Constance Caraway P.I. ~ Episode 25

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Constance Caraway P.I. ~ Episode 25

…“Maybe this entire hubbub about carbon whatever is leading us down primrose path…

“Fanny, you keep your eyes peeled for any mistakes those creeps made. As for you Martin, you best hope that they didn’t find what they came for.”

“You may think we scientists are a bungling bunch of stumblebums, but Willard Libby is no one’s fool. If you remove exclusivity from a clinical position, you may have just wasted 10 or more years of research.” Kamen knows of which he speaks. In 1940 he and Sam Ruben collaborated on the discovery of the radioisotope carbon-14. But they were lacking the connection between 14’s half-life and the predictability of previously existing antediluvian verve (scholastic for old ideas).

(Click on Image to Enlarge)

Constance remembers Martin mentioning that Libby was a player in the building of the atomic bomb. Maybe this entire hubbub about carbon whatever is leading us down the  primrose lane; a war-busting bomb seems to be a more inviting target than arguing how old a sedimentary rock or an Egyptian mummy is. Who cares?”

“My mummy is going to be 65 this year, looking forward to my father retiring from the railroad,” Fanny has a sense of humor only a mother can love.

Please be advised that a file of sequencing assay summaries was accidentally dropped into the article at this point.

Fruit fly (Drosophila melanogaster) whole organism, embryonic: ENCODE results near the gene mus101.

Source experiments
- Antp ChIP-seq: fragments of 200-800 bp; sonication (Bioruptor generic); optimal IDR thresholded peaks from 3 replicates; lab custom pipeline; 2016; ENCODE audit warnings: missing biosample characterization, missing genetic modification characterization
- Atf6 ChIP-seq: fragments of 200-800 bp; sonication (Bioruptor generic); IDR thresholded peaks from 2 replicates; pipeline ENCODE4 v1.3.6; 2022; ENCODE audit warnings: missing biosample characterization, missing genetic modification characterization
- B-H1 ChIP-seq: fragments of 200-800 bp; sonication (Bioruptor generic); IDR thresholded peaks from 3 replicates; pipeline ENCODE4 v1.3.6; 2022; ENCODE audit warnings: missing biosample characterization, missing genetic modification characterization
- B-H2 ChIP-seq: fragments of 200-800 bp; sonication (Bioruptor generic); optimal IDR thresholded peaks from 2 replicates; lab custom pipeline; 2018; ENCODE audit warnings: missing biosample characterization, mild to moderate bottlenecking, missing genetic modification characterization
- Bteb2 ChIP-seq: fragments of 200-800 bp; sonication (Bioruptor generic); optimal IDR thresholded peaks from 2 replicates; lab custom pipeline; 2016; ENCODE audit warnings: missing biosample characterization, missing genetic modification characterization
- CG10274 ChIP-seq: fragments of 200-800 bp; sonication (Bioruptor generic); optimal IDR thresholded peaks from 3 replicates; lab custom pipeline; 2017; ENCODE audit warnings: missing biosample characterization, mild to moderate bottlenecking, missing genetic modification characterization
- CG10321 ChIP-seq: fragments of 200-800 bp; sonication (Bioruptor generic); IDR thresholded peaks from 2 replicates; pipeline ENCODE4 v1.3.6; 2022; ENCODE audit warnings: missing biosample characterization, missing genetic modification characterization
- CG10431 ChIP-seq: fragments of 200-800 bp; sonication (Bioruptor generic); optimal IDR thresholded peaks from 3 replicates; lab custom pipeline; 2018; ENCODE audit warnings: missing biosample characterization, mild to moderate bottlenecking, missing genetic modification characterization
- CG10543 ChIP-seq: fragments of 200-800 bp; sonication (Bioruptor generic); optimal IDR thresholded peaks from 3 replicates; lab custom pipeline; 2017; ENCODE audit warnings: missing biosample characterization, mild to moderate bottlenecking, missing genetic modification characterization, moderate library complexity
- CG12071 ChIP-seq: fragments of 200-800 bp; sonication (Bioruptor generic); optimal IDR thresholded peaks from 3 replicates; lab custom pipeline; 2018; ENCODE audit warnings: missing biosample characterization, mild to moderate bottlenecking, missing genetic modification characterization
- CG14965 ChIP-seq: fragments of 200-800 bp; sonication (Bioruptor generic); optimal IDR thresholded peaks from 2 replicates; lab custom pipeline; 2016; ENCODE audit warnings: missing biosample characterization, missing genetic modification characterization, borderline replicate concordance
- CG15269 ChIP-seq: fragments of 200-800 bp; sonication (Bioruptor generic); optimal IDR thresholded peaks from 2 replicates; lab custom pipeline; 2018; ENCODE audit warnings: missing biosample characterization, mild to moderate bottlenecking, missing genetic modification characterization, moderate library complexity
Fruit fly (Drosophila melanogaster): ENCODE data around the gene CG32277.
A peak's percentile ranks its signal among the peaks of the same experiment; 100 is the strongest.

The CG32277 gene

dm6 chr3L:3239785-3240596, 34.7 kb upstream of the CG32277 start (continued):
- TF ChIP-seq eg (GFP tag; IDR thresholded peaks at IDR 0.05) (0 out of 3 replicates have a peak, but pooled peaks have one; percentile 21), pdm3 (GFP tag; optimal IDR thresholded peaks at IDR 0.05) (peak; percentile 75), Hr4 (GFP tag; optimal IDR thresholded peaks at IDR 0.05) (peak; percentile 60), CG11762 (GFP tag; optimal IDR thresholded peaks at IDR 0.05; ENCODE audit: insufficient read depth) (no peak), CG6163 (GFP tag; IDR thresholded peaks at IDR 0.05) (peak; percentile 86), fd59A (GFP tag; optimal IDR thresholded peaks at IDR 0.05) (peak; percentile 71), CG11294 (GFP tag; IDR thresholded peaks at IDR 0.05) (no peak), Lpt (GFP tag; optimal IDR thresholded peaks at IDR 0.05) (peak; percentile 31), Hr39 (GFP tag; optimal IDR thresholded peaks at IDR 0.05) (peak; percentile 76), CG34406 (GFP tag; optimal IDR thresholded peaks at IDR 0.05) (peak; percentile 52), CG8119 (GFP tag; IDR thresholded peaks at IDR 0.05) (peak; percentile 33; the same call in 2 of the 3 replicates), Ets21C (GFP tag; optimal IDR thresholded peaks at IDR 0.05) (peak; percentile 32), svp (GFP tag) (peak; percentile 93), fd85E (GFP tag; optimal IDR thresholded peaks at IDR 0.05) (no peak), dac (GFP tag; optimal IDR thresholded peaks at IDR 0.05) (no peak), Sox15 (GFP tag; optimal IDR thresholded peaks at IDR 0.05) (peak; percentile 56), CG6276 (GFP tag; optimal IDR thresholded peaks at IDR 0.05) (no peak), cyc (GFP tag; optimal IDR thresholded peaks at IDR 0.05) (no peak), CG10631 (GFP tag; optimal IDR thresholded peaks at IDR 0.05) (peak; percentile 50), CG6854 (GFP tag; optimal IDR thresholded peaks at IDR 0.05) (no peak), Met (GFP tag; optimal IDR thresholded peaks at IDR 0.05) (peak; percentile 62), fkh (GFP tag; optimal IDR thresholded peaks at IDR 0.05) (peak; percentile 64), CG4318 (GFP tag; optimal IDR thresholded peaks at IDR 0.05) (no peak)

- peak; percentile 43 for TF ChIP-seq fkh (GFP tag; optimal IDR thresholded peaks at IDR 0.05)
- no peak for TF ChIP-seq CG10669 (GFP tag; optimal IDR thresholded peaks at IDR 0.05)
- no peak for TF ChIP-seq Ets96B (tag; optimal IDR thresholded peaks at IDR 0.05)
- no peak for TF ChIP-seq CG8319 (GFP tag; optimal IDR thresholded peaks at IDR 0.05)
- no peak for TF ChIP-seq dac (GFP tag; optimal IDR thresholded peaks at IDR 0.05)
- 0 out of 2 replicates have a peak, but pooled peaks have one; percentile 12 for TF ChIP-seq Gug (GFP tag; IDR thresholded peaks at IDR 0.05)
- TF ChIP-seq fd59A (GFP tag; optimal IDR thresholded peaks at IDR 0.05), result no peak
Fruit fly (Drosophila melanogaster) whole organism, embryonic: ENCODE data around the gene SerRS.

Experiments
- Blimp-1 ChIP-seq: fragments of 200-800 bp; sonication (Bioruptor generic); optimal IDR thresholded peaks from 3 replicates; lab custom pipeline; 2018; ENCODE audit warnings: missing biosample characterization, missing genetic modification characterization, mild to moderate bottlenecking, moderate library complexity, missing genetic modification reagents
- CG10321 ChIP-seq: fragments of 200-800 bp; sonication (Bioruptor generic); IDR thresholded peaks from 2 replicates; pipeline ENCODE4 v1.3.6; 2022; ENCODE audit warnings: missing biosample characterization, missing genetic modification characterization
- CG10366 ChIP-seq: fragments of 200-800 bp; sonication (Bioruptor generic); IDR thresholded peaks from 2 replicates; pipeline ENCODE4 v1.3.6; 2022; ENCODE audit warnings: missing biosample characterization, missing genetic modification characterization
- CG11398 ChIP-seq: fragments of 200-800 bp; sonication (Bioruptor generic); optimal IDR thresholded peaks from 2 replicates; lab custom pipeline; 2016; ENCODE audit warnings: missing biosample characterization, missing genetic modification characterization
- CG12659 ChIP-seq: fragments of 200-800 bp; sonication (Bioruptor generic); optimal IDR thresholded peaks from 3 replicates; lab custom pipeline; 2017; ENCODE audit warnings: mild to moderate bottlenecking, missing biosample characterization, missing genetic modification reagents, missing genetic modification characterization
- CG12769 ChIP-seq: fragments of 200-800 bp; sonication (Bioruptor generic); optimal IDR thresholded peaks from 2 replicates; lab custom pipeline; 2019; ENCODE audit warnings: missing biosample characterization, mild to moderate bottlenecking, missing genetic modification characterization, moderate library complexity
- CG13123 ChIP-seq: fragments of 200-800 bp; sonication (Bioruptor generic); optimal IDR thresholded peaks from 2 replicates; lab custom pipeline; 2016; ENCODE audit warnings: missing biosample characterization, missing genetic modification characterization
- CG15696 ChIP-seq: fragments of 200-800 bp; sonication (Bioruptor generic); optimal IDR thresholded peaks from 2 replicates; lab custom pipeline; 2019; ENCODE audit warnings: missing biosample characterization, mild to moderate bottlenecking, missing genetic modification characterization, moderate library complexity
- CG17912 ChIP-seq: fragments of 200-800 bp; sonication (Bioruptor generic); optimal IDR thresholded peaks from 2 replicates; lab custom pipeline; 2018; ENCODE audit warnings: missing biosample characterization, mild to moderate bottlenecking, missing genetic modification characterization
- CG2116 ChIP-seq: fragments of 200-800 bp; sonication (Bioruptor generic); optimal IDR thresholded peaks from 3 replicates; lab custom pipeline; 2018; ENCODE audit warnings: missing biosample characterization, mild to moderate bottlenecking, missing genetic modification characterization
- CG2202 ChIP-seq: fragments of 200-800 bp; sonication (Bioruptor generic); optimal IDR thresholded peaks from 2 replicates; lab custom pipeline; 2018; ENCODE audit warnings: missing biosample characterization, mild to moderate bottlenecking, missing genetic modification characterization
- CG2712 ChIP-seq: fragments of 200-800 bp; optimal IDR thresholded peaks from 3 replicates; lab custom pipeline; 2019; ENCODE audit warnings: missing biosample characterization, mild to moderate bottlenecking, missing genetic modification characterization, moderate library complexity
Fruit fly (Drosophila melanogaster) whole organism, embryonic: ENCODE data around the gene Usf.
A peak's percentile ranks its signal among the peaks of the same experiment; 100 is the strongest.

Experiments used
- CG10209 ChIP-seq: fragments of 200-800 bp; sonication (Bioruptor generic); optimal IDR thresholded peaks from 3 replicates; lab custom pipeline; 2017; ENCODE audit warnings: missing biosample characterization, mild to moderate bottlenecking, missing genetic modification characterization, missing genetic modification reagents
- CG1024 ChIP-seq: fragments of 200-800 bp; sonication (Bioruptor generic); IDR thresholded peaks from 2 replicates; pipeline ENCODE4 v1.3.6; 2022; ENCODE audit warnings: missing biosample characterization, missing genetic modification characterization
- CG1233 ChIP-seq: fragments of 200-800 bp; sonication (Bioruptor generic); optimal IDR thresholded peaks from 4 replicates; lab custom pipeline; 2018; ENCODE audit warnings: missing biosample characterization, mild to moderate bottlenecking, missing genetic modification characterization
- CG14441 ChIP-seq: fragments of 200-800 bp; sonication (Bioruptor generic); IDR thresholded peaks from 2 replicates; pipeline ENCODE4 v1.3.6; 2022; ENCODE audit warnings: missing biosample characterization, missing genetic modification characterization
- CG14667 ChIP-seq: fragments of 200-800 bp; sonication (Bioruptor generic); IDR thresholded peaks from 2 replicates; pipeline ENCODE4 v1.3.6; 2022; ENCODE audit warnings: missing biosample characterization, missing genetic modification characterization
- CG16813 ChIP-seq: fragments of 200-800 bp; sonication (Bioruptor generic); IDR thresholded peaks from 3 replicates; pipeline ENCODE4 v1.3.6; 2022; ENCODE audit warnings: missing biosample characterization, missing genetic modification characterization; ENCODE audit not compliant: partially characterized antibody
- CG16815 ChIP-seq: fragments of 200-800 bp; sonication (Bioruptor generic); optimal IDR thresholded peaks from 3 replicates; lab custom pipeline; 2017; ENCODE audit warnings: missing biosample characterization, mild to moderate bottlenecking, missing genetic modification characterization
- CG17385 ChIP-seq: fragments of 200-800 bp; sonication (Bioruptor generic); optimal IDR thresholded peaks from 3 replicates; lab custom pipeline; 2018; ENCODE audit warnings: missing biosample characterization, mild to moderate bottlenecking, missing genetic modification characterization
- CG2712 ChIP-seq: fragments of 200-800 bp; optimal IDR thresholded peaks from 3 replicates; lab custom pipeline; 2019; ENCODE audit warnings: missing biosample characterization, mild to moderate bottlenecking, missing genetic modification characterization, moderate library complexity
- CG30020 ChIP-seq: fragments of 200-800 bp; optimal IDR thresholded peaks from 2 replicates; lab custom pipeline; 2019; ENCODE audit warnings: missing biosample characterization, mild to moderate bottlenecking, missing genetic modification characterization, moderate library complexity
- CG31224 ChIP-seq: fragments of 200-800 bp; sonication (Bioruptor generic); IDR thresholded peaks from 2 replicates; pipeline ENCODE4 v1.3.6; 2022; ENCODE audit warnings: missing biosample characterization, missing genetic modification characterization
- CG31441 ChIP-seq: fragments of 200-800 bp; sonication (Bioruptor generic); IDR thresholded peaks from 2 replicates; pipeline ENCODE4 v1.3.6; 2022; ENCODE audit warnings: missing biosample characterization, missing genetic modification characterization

Feeling that her dim-wit is being ignored, she adds something of substance, “Whoever messed up this office was not worried about being caught. They were not wearing gloves, can you believe it!? But the fingerprints are nondescript smudged, grimy, useless. ”

“That’s because they didn’t know what they were looking for.” Martin heads for electronics  terminal in the office. “Willard had the good sense to store his efforts using the Fail-Safe Method, one being the backup for the other. Palpable paper would be the obvious choice, but electronic storage makes sense too. At he time I was wondering why he was insisting on giving me the binary title code for such an important file.”

“There are smudgy fingerprints on that screen too; looks like they tried to pry it away from that gadget panel.”

“We’re not dealing with the brightest crooks in the crookery.” Caraway continues her crime scene assessment. “I think this means that wherever your Willard is, they still don’t have whatever they were after.”

“Maybe it isn’t just what he knows that they were after. Maybe they want to keep the man himself quiet.’

Just like the noise muffling attachment on the end of a handgun, it’s called a silencer.

Constance Caraway P.I.

Forever Mastadon

page 24 (end Ch. 2)

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